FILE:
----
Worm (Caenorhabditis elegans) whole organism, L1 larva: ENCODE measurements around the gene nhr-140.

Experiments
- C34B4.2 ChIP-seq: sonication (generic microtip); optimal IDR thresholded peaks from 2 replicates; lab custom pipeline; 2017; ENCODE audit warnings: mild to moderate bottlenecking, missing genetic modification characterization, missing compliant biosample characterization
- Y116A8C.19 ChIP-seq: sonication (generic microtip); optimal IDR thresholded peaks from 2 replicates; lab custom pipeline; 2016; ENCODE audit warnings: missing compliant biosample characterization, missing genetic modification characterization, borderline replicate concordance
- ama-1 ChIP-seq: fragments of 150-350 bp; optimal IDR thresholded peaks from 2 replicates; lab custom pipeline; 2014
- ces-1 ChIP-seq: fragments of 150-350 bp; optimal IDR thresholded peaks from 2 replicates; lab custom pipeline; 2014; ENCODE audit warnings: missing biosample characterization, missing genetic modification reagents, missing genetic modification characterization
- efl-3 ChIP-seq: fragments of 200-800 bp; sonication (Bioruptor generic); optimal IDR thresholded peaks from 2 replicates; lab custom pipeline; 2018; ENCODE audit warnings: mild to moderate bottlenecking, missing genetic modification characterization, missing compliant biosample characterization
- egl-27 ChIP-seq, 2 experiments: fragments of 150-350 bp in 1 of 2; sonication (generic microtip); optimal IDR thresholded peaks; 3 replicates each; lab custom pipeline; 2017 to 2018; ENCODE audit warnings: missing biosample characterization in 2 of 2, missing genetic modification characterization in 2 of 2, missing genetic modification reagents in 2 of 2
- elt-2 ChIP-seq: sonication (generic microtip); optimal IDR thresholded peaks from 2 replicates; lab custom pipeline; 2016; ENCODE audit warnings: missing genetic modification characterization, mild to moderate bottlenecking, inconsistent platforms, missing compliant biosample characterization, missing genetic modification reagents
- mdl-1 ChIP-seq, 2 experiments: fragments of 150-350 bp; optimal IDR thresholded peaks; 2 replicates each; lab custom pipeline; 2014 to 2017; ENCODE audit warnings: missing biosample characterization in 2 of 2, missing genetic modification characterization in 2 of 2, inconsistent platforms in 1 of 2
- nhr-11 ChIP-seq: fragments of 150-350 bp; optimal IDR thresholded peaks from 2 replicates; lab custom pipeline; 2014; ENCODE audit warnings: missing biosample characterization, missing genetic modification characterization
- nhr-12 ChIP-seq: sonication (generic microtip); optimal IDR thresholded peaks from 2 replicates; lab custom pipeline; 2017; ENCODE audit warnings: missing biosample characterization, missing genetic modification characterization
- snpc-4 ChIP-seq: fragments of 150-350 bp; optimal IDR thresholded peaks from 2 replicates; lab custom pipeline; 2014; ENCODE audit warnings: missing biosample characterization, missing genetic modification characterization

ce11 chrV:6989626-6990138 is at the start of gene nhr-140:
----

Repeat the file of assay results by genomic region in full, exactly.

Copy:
Worm (Caenorhabditis elegans) whole organism, L1 larva: ENCODE measurements around the gene nhr-140.

Experiments
- C34B4.2 ChIP-seq: sonication (generic microtip); optimal IDR thresholded peaks from 2 replicates; lab custom pipeline; 2017; ENCODE audit warnings: mild to moderate bottlenecking, missing genetic modification characterization, missing compliant biosample characterization
- Y116A8C.19 ChIP-seq: sonication (generic microtip); optimal IDR thresholded peaks from 2 replicates; lab custom pipeline; 2016; ENCODE audit warnings: missing compliant biosample characterization, missing genetic modification characterization, borderline replicate concordance
- ama-1 ChIP-seq: fragments of 150-350 bp; optimal IDR thresholded peaks from 2 replicates; lab custom pipeline; 2014
- ces-1 ChIP-seq: fragments of 150-350 bp; optimal IDR thresholded peaks from 2 replicates; lab custom pipeline; 2014; ENCODE audit warnings: missing biosample characterization, missing genetic modification reagents, missing genetic modification characterization
- efl-3 ChIP-seq: fragments of 200-800 bp; sonication (Bioruptor generic); optimal IDR thresholded peaks from 2 replicates; lab custom pipeline; 2018; ENCODE audit warnings: mild to moderate bottlenecking, missing genetic modification characterization, missing compliant biosample characterization
- egl-27 ChIP-seq, 2 experiments: fragments of 150-350 bp in 1 of 2; sonication (generic microtip); optimal IDR thresholded peaks; 3 replicates each; lab custom pipeline; 2017 to 2018; ENCODE audit warnings: missing biosample characterization in 2 of 2, missing genetic modification characterization in 2 of 2, missing genetic modification reagents in 2 of 2
- elt-2 ChIP-seq: sonication (generic microtip); optimal IDR thresholded peaks from 2 replicates; lab custom pipeline; 2016; ENCODE audit warnings: missing genetic modification characterization, mild to moderate bottlenecking, inconsistent platforms, missing compliant biosample characterization, missing genetic modification reagents
- mdl-1 ChIP-seq, 2 experiments: fragments of 150-350 bp; optimal IDR thresholded peaks; 2 replicates each; lab custom pipeline; 2014 to 2017; ENCODE audit warnings: missing biosample characterization in 2 of 2, missing genetic modification characterization in 2 of 2, inconsistent platforms in 1 of 2
- nhr-11 ChIP-seq: fragments of 150-350 bp; optimal IDR thresholded peaks from 2 replicates; lab custom pipeline; 2014; ENCODE audit warnings: missing biosample characterization, missing genetic modification characterization
- nhr-12 ChIP-seq: sonication (generic microtip); optimal IDR thresholded peaks from 2 replicates; lab custom pipeline; 2017; ENCODE audit warnings: missing biosample characterization, missing genetic modification characterization
- snpc-4 ChIP-seq: fragments of 150-350 bp; optimal IDR thresholded peaks from 2 replicates; lab custom pipeline; 2014; ENCODE audit warnings: missing biosample characterization, missing genetic modification characterization

ce11 chrV:6989626-6990138 is at the start of gene nhr-140: